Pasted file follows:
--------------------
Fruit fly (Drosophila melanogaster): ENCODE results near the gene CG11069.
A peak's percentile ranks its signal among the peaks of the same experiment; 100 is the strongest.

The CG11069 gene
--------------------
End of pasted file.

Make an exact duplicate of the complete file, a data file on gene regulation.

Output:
Fruit fly (Drosophila melanogaster): ENCODE results near the gene CG11069.
A peak's percentile ranks its signal among the peaks of the same experiment; 100 is the strongest.

The CG11069 gene